# Identifiers

Domains:

Identifiers come in three flavors in Dart.

• UpperCamelCase names capitalize the first letter of each word, including the first.
• lowerCamelCase names capitalize the first letter of each word, except the first which is always lowercase, even if it’s an acronym.
• lowercase_with_underscores use only lowercase letters, even for acronyms, and separate words with _.

## DO

### DO name types using UpperCamelCase

Classes, enums, typedefs, and type parameters should capitalize the first letter of each word (including the first word), and use no separators.

class SliderMenu { ... }

class HttpRequest { ... }

typedef Predicate<T> = bool Function(T value);


This even includes classes intended to be used in metadata annotations.

class Foo {
const Foo([arg]);
}

@Foo(anArg)
class A { ... }

@Foo()
class B { ... }


If the annotation class’s constructor takes no parameters, you might want to create a separate lowerCamelCase constant for it.

const foo = Foo();

@foo
class C { ... }


### DO name extensions using UpperCamelCase

Like types, extensions should capitalize the first letter of each word (including the first word), and use no separators.

extension MyFancyList<T> on List<T> { ... }

extension SmartIterable<T> on Iterable<T> { ... }


### DO name libraries, packages, directories, and source files using lowercase_with_underscores

Some file systems are not case-sensitive, so many projects require filenames to be all lowercase. Using a separating character allows names to still be readable in that form. Using underscores as the separator ensures that the name is still a valid Dart identifier, which may be helpful if the language later supports symbolic imports.

library peg_parser.source_scanner;

import 'file_system.dart';


Note: This guideline specifies how to name a library if you choose to name it. It is fine to omit the library directive in a file if you want.

### DO name import prefixes using lowercase_with_underscores

import 'dart:math' as math;
import 'package:angular_components/angular_components'
as angular_components;
import 'package:js/js.dart' as js;


### DO name other identifiers using lowerCamelCase

Class members, top-level definitions, variables, parameters, and named parameters should capitalize the first letter of each word except the first word, and use no separators.

var item;

HttpRequest httpRequest;

void align(bool clearItems) {
// ...
}


### DO capitalize acronyms and abbreviations longer than two letters like words

Capitalized acronyms can be hard to read, and multiple adjacent acronyms can lead to ambiguous names. For example, given a name that starts with HTTPSFTP, there’s no way to tell if it’s referring to HTTPS FTP or HTTP SFTP.

To avoid this, acronyms and abbreviations are capitalized like regular words, except for two-letter acronyms. (Two-letter abbreviations like ID and Mr. are still capitalized like words.)

HttpConnectionInfo
uiHandler
IOStream
HttpRequest
Id
DB

## PREFER

### PREFER using lowerCamelCase for constant names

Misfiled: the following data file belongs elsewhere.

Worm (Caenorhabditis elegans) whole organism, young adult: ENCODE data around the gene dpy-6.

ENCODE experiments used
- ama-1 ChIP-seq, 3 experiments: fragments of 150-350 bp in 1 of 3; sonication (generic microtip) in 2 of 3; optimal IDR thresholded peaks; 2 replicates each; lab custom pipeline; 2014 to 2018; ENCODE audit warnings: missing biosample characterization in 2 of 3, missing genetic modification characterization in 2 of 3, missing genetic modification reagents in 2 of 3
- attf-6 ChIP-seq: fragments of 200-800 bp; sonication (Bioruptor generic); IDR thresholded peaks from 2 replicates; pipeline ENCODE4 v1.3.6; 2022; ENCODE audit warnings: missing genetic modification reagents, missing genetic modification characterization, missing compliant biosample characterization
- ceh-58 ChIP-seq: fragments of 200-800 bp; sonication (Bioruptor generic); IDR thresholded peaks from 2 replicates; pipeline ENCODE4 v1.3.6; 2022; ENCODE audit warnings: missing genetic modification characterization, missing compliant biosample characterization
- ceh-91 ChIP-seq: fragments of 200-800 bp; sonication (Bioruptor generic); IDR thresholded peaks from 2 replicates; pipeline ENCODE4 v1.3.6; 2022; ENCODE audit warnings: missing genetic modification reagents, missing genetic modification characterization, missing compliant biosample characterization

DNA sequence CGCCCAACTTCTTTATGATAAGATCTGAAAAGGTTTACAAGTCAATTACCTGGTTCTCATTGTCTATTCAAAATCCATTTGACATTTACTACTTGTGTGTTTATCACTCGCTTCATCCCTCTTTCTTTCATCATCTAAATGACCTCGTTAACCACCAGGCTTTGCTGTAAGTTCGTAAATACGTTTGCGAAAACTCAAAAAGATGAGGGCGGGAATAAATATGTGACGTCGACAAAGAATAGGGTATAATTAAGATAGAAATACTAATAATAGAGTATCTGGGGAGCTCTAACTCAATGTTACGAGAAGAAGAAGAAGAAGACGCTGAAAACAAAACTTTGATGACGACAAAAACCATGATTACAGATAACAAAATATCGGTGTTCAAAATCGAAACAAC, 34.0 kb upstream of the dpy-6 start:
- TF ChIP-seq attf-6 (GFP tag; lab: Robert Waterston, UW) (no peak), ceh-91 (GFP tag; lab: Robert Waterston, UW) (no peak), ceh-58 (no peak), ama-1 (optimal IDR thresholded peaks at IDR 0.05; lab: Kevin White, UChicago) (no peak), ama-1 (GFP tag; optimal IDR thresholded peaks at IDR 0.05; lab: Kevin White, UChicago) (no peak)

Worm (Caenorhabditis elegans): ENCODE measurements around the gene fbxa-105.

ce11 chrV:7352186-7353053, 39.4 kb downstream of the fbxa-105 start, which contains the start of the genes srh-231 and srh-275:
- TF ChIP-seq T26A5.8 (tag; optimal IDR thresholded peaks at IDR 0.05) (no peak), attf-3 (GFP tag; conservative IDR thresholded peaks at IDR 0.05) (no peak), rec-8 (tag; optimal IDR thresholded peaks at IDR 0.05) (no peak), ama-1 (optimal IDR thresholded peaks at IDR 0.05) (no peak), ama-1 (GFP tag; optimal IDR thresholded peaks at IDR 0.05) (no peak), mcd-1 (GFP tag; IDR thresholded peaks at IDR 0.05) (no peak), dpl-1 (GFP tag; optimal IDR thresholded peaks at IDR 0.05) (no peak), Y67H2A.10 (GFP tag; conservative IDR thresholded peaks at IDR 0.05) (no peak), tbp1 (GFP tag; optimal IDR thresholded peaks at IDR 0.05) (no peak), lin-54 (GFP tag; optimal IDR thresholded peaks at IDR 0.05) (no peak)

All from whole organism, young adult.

In new code, use lowerCamelCase for constant variables, including enum values.

const pi = 3.14;
const defaultTimeout = 1000;
final urlScheme = RegExp('^([a-z]+):');

class Dice {
static final numberGenerator = Random();
}


You may use SCREAMING_CAPS for consistency with existing code, as in the following cases:

• When adding code to a file or library that already uses SCREAMING_CAPS.
• When generating Dart code that’s parallel to Java code — for example, in enumerated types generated from protobufs.

Note: We initially used Java’s SCREAMING_CAPS style for constants. We changed for a few reasons:

• SCREAMING_CAPS looks bad for many cases, particularly enum values for things like CSS colors.
• Constants are often changed to final non-const variables, which would necessitate a name change.
• The values property automatically defined on an enum type is const and lowercase.

## DON’T

### DON’T use a leading underscore for identifiers that aren’t private

Dart uses a leading underscore in an identifier to mark members and top-level declarations as private. This trains users to associate a leading underscore with one of those kinds of declarations. They see “_” and think “private”.

There is no concept of “private” for local variables, parameters, or library prefixes. When one of those has a name that starts with an underscore, it sends a confusing signal to the reader. To avoid that, don’t use leading underscores in those names.

Exception: An unused parameter can be named ______, etc. This happens in things like callbacks where you are passed a value but you don’t need to use it. Giving it a name that consists solely of underscores is the idiomatic way to indicate the value isn’t used.

### DON’T use prefix letters

Hungarian notation and other schemes arose in the time of BCPL, when the compiler didn’t do much to help you understand your code. Because Dart can tell you the type, scope, mutability, and other properties of your declarations, there’s no reason to encode those properties in identifier names.

defaultTimeout

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